348K. Training Cruise(s): Marine Geophysical Research. Same as Marine Science 348 (Topic 2: Marine Geophysical Research). Multiday cruise to collect seismic, magnetic, gravitational, bathymetric, or other geophysical data. Postcruise data processing and/or analysis and a report are required. May be repeated for credit when the topics vary. Prerequisite: Consent of instructor and one of the following: Marine Science 307, 367K, Geological Sciences 401, 303, 312K. Geological Sciences 416M, 420K or 320L, and 465K are recommended.

354. Global Geophysics. Earth structure implied by gravity, seismicity, heat flow, and the magnetic field; crustal movements and their effect on the configuration of oceans and continents. Normally offered in the spring semester only. Prerequisite: Mathematics 408D with a grade of at least C; either Physics 303L and 103N or 316 and 116L with a grade of at least C in each; and Physics 315 and 115L with a grade of at least C in each, or consent of instructor.

358K. Volcanology. Ash deposits, lava flows, eruption processes; prediction and mitigation of volcanic hazards. Three lecture hours and two laboratory hours a week for one semester. Offered irregularly, as shown in the Course Schedule. Prerequisite: Geological Sciences 426P or upper-division standing in geological sciences.

660. Field Geology. Methods of geologic mapping with topographic maps and aerial photographs. Field studies include measuring sections, interpretation of stratigraphy, structure, environments of deposition of various sedimentary rocks, and the origin and petrology of igneous and metamorphic rocks. Given for six weeks each summer in Colorado, New Mexico, and other western states. Normally offered in the summer session only. Prerequisite: Eighteen semester hours of coursework in geological sciences, including Geological Sciences 420K and 428 with a grade of at least C in each.

465K. Exploration Geophysics. Quantitative study of geophysical exploration methods, including seismology, gravity, magnetism. Three lecture hours and two laboratory hours a week for one semester. Normally offered in the fall semester only. Prerequisite: The following courses, with a grade of at least C in each: Mathematics 427K, 427L, Physics 315, 115L. (Students may register for Mathematics 427L concurrently.)

365N. Geophysical Data Processing. Introduction to digital filtering and processing of geophysical data. Normally offered in the fall semester only. Prerequisite: Geological Sciences 325K or the equivalent.

468K. Geophysics for Geological Sciences Majors. Wave motion principles and application to seismic exploration; magnetic, gravitational, and other geophysical methods. Three lecture hours and two laboratory hours a week for one semester. Normally offered in the spring semester only. May not be counted toward the Bachelor of Science in Geological Sciences, Option II. Prerequisite: Mathematics 408D and either Physics 303L and 103N or 316 and 116L, with a grade of at least C in each.

370K. Sedimentology. Processes of sediment formation, transportation, and deposition; textures, structures, and facies of sedimentary rocks. Three lecture hours a week for one semester, and two one-day field trips. Offered irregularly. Prerequisite: Geological Sciences 420K with a grade of at least C.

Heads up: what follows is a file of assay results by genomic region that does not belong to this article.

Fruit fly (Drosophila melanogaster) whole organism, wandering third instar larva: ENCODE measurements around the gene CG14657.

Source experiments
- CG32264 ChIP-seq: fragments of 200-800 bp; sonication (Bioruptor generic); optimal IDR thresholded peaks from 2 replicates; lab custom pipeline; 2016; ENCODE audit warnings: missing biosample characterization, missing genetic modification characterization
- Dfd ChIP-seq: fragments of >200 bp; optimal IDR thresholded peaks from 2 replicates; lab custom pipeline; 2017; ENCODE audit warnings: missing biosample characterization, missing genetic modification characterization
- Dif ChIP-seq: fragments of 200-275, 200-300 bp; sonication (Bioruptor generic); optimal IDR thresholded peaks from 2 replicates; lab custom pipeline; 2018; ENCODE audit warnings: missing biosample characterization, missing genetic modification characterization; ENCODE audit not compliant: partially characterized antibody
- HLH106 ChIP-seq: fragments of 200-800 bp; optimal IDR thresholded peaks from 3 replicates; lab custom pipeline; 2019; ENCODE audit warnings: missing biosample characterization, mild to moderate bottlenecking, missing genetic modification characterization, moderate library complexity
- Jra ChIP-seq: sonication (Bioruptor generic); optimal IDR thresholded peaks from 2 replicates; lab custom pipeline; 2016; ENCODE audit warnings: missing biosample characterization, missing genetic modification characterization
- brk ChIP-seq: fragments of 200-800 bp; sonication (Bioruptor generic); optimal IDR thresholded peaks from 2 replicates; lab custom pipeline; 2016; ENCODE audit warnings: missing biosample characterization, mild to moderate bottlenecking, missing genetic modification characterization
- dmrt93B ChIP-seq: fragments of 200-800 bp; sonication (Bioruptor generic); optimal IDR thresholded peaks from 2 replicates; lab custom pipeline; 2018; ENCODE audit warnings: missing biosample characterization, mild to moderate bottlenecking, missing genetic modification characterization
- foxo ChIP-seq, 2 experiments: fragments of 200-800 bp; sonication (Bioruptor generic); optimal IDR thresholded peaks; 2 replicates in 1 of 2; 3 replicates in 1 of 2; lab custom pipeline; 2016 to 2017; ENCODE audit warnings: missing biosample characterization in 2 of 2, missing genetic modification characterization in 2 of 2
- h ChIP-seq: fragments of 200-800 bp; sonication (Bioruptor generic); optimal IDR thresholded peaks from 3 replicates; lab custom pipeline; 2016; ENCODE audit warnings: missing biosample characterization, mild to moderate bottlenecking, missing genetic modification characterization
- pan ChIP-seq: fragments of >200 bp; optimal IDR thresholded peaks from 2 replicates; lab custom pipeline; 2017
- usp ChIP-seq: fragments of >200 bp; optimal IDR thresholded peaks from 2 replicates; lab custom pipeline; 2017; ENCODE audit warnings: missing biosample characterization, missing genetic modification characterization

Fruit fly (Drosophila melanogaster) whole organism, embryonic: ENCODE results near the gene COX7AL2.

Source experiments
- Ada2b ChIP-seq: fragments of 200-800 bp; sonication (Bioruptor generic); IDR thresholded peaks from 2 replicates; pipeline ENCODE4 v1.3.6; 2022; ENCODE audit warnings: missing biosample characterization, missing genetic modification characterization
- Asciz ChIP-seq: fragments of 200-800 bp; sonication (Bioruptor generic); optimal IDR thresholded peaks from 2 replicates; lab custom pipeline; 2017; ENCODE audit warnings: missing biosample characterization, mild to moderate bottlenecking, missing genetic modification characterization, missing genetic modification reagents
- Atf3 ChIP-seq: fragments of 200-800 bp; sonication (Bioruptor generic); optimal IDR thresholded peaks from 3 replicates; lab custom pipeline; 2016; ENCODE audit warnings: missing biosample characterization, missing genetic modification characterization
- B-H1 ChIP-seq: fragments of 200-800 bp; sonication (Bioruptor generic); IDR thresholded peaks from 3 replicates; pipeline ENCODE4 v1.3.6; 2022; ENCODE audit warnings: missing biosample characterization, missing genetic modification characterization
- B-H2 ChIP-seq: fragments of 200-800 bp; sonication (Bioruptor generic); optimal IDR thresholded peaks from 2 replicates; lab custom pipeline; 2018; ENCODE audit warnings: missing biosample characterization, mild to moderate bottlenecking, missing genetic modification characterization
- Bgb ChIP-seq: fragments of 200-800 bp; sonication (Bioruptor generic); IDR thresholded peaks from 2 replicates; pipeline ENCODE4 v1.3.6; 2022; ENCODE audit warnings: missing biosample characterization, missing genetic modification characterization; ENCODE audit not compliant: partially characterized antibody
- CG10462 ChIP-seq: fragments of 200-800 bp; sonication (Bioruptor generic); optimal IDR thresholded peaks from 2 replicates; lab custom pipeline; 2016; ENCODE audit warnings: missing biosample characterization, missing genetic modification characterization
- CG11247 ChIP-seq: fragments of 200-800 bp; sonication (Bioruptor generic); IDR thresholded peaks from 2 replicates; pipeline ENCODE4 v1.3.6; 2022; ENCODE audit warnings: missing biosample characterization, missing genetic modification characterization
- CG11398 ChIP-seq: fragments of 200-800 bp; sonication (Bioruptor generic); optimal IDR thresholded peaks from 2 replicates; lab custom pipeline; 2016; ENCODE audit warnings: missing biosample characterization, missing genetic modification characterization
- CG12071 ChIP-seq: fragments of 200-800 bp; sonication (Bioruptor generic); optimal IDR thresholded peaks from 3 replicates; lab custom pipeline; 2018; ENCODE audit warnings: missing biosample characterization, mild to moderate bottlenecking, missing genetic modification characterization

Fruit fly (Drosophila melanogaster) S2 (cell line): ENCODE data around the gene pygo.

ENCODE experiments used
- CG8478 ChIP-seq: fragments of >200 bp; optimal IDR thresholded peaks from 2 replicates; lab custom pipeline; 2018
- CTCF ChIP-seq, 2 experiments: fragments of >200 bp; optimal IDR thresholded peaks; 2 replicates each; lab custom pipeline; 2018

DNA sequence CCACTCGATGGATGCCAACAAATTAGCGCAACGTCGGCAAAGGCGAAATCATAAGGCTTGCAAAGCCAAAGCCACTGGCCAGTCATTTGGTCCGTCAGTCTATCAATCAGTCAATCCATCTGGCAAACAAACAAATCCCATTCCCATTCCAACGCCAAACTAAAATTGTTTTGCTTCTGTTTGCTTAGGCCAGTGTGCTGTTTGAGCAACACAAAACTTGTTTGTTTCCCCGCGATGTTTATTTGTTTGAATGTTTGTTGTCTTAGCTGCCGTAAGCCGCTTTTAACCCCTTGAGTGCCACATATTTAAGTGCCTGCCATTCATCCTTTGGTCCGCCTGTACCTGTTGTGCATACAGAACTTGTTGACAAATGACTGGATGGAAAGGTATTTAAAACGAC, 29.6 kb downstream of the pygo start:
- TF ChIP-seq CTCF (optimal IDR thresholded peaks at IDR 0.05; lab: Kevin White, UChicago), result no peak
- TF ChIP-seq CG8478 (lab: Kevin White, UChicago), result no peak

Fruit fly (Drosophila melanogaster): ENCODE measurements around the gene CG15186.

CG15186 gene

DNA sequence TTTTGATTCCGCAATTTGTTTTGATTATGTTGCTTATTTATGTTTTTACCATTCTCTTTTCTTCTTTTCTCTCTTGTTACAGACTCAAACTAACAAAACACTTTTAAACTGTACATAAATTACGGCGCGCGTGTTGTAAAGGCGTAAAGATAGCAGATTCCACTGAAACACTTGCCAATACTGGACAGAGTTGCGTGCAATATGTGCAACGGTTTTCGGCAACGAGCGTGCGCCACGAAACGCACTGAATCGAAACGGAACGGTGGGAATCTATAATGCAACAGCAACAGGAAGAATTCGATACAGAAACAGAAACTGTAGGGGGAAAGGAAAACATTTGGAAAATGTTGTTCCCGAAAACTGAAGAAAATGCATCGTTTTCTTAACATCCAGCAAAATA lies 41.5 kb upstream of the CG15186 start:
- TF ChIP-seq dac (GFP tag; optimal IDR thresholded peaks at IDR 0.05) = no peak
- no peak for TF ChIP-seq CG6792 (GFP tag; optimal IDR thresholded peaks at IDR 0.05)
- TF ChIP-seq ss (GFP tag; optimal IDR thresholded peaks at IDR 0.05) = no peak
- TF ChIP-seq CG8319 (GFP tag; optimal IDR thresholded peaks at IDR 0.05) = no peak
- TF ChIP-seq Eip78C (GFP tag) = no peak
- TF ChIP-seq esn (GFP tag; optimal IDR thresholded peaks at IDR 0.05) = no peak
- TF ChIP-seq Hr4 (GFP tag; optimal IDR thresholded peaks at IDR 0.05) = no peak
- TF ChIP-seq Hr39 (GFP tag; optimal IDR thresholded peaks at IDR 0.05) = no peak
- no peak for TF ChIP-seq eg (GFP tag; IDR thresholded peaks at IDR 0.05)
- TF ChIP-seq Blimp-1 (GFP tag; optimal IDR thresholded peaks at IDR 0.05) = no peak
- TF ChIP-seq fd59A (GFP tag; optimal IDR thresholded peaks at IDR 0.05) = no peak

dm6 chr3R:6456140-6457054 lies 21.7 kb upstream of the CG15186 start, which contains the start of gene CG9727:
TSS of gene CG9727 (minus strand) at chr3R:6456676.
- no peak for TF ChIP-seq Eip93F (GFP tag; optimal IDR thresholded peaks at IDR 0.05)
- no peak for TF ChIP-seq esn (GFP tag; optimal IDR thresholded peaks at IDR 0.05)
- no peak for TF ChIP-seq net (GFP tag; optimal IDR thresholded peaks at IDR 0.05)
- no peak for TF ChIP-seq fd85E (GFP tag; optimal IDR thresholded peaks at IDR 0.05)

171C, 271C, 371C. Conference Course. Supervised study of selected topics in geological sciences, by individual arrangement with the department and instructor. May be repeated for credit when the topics vary. May not be substituted for any required geological sciences course. Prerequisite: Written consent of instructor.

171H. Research Methods. Preparation for independent research projects through exposure to current research programs, facilities, personnel, and projects in the Jackson School of Geosciences. Includes selecting research topics, mentors, and supervisors; preparing research proposals; conducting research activities; and presenting research results. The equivalent of one lecture hour a week for one semester. Prerequisite: Sixty semester hours of college coursework, including at least twelve semester hours of upper-division coursework in geological sciences, consent of the honors adviser, and admission to the Geological Sciences Honors Program or consent of instructor.

172H. Research Methods. Preparation for independent research projects through exposure to current research programs, facilities, personnel, and projects in the Jackson School of Geosciences. Includes selecting research topics, mentors, and supervisors; preparing research proposals; conducting research activities; and presenting research results. The equivalent of one lecture hour a week for one semester. Prerequisite: Geological Sciences 171H, and admission to the Geological Sciences Honors Program or consent of instructor.

173H. Research Methods. Preparation for independent research projects through exposure to current research programs, facilities, personnel, and projects in the Jackson School of Geosciences. Includes selecting research topics, mentors, and supervisors; preparing research proposals; conducting research activities; and presenting research results. The equivalent of one lecture hour a week for one semester. Prerequisite: Geological Sciences 171H and 172H, and admission to the Geological Sciences Honors Program or consent of instructor.